Extract from Michael Mitchell's translation

György Sebestyén's A Man too White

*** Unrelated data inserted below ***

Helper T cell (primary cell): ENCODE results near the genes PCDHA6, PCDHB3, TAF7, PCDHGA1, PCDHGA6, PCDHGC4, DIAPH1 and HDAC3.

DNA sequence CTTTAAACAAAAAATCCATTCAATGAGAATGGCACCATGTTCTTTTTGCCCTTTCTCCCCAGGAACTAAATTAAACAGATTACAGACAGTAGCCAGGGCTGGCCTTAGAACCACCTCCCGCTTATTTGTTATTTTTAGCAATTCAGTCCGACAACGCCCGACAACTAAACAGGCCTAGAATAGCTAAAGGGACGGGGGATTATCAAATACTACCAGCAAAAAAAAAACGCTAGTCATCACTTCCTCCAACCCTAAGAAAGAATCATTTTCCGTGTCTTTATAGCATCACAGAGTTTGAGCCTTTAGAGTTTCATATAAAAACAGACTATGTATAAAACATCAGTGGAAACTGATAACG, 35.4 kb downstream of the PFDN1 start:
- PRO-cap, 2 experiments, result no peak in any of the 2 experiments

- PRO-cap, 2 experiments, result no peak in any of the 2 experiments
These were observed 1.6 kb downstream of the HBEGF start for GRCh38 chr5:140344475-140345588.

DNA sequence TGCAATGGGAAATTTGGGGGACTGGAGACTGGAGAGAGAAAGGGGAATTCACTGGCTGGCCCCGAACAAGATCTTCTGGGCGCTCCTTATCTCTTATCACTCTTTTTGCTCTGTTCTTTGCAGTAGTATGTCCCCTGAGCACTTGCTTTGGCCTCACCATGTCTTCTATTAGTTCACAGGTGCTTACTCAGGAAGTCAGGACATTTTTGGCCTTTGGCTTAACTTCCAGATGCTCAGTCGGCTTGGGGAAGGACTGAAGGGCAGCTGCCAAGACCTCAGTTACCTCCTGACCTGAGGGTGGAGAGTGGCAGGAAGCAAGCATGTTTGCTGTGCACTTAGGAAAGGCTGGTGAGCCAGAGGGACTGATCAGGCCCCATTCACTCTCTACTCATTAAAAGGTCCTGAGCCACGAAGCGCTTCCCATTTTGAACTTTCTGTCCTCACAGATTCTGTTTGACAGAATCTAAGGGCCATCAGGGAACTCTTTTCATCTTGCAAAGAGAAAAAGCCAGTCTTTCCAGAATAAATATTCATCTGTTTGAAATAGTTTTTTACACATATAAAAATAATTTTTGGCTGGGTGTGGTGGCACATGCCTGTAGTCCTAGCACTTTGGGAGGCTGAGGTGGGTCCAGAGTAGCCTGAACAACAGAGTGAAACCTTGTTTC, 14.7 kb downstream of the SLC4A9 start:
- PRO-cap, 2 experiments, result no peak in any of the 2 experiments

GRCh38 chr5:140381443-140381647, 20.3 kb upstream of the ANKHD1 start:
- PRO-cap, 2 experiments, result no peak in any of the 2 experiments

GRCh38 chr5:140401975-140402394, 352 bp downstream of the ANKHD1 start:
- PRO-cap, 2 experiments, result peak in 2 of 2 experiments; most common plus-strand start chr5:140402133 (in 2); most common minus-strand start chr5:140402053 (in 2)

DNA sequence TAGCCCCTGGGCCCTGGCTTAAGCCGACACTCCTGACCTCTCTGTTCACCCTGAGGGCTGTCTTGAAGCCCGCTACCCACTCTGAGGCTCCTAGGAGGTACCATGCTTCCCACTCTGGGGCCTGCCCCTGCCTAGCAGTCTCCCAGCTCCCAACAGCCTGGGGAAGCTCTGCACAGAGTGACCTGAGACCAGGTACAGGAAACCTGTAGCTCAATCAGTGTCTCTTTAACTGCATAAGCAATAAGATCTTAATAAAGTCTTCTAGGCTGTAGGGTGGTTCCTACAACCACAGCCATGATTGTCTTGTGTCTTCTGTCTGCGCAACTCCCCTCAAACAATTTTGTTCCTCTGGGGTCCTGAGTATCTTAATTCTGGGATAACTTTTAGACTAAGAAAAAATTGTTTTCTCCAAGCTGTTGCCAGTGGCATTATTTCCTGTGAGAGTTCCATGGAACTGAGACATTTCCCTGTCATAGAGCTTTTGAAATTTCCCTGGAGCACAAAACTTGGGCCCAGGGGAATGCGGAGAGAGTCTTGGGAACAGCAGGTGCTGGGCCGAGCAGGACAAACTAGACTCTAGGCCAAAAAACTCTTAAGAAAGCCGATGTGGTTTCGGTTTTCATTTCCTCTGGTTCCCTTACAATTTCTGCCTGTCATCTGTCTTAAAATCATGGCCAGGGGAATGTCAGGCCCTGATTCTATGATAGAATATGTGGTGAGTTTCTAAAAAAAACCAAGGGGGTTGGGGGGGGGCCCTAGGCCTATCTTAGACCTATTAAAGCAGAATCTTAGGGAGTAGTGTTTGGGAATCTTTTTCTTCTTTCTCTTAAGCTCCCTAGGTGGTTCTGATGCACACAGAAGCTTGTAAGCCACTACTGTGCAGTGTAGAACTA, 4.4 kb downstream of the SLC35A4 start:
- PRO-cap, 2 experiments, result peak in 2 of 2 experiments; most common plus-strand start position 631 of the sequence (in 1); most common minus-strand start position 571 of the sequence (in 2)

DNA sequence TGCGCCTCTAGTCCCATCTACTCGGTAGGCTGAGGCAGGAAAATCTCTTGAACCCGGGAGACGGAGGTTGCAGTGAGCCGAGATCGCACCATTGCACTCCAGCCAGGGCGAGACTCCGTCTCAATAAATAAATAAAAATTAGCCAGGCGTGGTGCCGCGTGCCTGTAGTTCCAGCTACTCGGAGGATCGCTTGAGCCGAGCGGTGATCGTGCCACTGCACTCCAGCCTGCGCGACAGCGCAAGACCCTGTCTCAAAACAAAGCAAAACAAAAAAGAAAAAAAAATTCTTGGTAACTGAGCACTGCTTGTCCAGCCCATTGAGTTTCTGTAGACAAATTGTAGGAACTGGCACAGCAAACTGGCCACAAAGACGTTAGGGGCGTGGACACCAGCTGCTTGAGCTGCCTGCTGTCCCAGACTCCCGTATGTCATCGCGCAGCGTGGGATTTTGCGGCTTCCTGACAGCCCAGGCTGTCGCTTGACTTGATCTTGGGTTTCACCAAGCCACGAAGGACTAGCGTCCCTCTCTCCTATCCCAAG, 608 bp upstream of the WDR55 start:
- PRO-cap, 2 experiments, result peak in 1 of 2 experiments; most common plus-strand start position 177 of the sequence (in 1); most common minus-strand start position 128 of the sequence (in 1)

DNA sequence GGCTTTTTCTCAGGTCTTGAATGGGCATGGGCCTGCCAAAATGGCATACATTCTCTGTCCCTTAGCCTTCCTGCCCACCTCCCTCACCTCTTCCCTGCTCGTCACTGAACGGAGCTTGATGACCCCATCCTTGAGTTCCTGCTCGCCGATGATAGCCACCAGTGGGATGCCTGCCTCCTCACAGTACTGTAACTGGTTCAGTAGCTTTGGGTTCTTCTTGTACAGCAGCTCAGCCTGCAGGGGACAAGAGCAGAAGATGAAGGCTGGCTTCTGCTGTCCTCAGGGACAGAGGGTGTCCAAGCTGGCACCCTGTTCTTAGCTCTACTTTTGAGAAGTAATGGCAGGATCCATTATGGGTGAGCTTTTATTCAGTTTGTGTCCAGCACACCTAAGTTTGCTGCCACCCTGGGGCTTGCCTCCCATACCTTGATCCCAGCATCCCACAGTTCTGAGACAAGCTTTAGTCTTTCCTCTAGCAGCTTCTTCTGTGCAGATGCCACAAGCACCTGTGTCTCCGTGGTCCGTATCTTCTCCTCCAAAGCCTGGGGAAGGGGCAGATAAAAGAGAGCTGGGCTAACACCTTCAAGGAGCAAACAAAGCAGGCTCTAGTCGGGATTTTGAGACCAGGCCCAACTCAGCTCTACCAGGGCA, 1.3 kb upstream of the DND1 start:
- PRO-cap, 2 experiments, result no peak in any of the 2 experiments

‘I am different. I am different. I am different.’ I wrote it on a piece of paper. In the evenings I would take it out of my pocket and look at it. Why was I different?  Gypsies were gypsies, Jews were Jews. Their fathers and mothers, children and relatives looked just the same as they did. I had no family apart from my mother.  I knew no albino except myself. Sometimes, in the street, I would see a man who was very blond and I would think, ‘There's one. At last.’ He would look me in the eyes for a second as he walked past and I saw that he was not an albino, merely blond. That look was one I had come to know well. People glanced at my face, were surprised, realised that I was different from the rest, and then behaved as if they had seen nothing: curtain up, curtain down, and in between a tiny drama was played out in the depths of their pupils. In three acts. Act One: The Discovery. Act Two: Shock - Horror - Fascination. Act Three: Mockery or Pity. But at the end of the play the blond man who had initially taken me for one of his kind walked on, and all the others walked on, too, the dark ones and the pale-skinned ones with reddish hair.